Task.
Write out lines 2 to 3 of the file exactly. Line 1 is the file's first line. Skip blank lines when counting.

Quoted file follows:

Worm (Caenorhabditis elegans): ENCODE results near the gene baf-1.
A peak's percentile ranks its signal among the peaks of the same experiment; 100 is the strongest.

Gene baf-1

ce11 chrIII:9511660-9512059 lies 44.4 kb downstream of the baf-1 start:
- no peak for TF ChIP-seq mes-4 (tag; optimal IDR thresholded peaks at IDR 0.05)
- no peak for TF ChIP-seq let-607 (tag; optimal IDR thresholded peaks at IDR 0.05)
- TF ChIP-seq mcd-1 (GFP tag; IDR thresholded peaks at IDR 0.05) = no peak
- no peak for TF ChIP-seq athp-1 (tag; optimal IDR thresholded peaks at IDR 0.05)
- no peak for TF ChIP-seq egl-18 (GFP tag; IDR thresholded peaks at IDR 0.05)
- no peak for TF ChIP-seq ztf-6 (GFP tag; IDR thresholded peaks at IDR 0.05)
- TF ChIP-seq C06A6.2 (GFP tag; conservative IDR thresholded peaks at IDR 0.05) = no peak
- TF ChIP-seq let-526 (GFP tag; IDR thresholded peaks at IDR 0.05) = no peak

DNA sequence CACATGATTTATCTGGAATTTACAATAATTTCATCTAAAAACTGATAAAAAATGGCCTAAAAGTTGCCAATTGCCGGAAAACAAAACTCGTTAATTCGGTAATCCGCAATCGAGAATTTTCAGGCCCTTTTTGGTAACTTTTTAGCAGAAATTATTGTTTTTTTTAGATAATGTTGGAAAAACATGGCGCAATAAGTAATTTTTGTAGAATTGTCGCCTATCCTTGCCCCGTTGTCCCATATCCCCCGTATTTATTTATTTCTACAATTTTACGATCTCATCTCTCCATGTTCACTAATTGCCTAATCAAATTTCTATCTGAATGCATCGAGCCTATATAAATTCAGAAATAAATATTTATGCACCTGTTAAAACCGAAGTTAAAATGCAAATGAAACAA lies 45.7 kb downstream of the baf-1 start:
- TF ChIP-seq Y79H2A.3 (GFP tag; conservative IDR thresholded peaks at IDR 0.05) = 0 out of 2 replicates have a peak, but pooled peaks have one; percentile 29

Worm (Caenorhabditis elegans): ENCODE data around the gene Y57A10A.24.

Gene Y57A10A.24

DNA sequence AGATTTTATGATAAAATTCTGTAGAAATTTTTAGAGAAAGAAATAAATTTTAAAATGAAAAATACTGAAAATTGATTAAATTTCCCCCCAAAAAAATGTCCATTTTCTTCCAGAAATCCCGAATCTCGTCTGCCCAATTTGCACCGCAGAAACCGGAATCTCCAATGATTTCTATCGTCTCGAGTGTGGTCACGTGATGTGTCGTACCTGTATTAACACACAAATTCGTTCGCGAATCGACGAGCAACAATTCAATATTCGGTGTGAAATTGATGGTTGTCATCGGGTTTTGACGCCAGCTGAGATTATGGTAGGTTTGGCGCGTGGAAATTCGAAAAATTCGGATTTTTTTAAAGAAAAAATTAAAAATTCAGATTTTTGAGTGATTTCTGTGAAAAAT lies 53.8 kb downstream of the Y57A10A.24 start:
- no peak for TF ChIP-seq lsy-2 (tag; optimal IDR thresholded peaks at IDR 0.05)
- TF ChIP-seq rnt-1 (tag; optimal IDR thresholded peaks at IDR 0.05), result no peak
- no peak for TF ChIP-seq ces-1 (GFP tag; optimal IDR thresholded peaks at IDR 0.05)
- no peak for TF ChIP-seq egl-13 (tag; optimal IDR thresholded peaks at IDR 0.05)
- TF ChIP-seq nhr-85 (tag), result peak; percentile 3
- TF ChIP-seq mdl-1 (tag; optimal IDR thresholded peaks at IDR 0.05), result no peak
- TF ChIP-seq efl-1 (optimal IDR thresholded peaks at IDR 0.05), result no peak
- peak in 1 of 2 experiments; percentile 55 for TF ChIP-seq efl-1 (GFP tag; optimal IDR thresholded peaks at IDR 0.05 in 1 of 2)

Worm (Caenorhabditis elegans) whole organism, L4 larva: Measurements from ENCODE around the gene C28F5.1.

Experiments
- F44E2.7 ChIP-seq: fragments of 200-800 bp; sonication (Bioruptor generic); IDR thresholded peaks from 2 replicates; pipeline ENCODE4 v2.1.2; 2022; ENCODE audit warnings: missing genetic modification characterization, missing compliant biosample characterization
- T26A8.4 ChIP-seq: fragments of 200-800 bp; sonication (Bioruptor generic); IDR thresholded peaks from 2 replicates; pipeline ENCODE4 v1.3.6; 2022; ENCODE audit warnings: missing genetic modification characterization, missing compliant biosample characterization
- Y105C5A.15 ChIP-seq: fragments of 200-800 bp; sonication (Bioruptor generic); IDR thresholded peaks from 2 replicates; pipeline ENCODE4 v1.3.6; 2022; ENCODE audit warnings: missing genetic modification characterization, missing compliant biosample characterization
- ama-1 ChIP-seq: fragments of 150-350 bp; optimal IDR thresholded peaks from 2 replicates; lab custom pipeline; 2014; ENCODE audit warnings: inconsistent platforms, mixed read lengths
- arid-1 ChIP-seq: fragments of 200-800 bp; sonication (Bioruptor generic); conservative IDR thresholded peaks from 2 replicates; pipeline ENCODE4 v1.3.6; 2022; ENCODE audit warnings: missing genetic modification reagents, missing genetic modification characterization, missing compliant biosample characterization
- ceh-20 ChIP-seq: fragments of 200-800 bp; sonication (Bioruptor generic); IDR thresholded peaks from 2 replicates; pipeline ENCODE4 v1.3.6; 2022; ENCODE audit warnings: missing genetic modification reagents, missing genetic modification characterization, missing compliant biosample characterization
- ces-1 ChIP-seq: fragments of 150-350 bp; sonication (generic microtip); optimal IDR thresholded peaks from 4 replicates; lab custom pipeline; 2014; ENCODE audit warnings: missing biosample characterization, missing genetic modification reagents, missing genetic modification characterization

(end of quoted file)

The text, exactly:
A peak's percentile ranks its signal among the peaks of the same experiment; 100 is the strongest.

Gene baf-1